How many times have you heard it said that ‘my property is my pension’?
It sometimes feels as though a whole generation has come to see houses as the route to financial security, and even great wealth. They have seen the fortunes that some people have made from bricks and mortar over the past two decades and concluded that it is their best bet for a comfortable retirement.
This could mean a buy-to-let that can be sold or milked for rent, but often boils down to a vague plan to use equity tied up in their home, which has risen dramatically in value over the years.
‘Downsizing’ is often the preferred route, and it has a neat logic to it. The family pile has served its primary purpose as a home to raise the kids, who have now grown and flown the nest. By selling a four or five bedroom house, for example, and buying a two or three bedroom replacement, you’re surely bound to be left with a handy windfall, as well as a less expensive property to maintain.
Another variation might be to swap a prime location in the commuter belt, say, for something more remote, on the basis that the daily slog to work is now over.
This has no doubt worked for many over the years, but will it continue to work? Apart from anything else, it depends on house prices rising in general, and rising in a particular way. For many years, homes in London and the South East rose in value far more quickly than in other areas of the country. This helped those in the affluent South East to plot a path to cheaper areas and pocket a great cash boost along the way.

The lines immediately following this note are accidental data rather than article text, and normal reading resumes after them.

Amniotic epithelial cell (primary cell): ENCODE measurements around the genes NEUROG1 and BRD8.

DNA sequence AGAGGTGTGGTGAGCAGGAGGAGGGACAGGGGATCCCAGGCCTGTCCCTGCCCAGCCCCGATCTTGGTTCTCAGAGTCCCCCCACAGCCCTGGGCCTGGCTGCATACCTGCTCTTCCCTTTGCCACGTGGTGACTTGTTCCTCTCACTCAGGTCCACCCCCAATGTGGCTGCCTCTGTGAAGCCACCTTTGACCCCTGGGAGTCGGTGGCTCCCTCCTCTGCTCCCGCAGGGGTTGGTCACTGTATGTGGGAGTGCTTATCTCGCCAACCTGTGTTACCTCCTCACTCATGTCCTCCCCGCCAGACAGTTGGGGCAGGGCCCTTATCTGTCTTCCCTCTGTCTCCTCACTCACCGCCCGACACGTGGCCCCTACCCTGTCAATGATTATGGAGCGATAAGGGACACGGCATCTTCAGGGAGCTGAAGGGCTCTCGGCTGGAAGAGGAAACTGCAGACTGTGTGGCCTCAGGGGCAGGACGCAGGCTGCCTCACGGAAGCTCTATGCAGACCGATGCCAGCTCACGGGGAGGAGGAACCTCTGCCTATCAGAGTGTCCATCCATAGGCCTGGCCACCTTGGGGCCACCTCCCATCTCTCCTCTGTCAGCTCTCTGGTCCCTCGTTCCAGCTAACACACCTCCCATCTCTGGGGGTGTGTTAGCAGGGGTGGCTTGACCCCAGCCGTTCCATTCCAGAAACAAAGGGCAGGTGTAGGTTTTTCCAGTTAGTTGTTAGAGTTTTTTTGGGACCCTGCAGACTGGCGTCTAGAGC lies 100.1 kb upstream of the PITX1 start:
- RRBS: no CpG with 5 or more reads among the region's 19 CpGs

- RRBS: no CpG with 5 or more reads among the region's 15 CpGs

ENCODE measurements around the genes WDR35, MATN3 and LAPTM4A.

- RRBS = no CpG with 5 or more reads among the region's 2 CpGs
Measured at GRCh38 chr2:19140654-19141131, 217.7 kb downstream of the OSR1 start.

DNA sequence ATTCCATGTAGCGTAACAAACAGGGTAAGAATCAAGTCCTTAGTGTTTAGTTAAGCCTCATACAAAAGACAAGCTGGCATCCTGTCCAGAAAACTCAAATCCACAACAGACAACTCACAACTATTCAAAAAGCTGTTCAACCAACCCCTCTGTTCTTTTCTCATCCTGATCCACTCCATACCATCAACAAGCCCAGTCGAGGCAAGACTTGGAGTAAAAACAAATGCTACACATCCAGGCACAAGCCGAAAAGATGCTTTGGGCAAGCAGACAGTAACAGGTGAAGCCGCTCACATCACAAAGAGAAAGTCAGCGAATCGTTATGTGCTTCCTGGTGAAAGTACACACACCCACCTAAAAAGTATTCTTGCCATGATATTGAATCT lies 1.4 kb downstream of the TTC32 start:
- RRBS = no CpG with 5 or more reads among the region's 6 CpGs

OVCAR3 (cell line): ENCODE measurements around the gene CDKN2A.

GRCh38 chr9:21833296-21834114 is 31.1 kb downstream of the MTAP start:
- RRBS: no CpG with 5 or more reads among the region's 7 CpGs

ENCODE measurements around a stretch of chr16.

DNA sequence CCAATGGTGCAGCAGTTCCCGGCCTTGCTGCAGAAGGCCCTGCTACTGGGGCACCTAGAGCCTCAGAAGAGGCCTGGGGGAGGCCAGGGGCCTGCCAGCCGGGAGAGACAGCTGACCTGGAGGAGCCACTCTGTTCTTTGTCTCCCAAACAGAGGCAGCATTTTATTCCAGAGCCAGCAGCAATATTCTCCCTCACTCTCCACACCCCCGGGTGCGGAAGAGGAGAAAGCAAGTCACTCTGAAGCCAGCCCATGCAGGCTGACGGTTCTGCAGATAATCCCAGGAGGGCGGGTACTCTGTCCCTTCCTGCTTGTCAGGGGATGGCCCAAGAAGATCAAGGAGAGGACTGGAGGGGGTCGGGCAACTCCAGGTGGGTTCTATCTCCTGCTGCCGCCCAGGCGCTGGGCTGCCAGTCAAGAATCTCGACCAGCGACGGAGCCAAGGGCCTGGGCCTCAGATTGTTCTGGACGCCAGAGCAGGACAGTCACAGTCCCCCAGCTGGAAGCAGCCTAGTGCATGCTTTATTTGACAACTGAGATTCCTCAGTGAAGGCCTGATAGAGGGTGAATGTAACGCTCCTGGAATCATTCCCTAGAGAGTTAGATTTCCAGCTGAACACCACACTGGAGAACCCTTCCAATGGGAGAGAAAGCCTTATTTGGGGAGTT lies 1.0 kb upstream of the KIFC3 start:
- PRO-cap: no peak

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Just recently, however, this pattern has been inverted. Rightmove, the estate agency website, today became the latest market-watcher to record a split in the housing market with prices falling in London, but new all-time highs being achieved in The East Midlands, North West, Wales and Yorkshire and the Humber.
There still remains a big mark-up on property in the capital versus elsewhere of course but the gap is narrowing and that makes the downsize calculation far tighter.
Even those planning to own rental property in retirement are having to reassess their plans after a series of assaults from the tax man. Higher stamp duty on additional homes has wiped out years of rental profits and is a great disincentive to those hoping to join the UK’s army of small landlords. The chances of further tax grabs can only increase in the event of a Jeremy Corbyn government has set itself against second home owners.
For all these reasons, property is becoming less and less suitable as a potential source of financial security in retirement.
More on moving into retirement
The value of investments and the income from them can go down as well as up, so you may get back less than you invest. Investors should note that the views expressed may no longer be current and may have already been acted upon. This information is not a personal recommendation for any particular investment. If you are unsure about the suitability of an investment you should speak to an authorised financial adviser.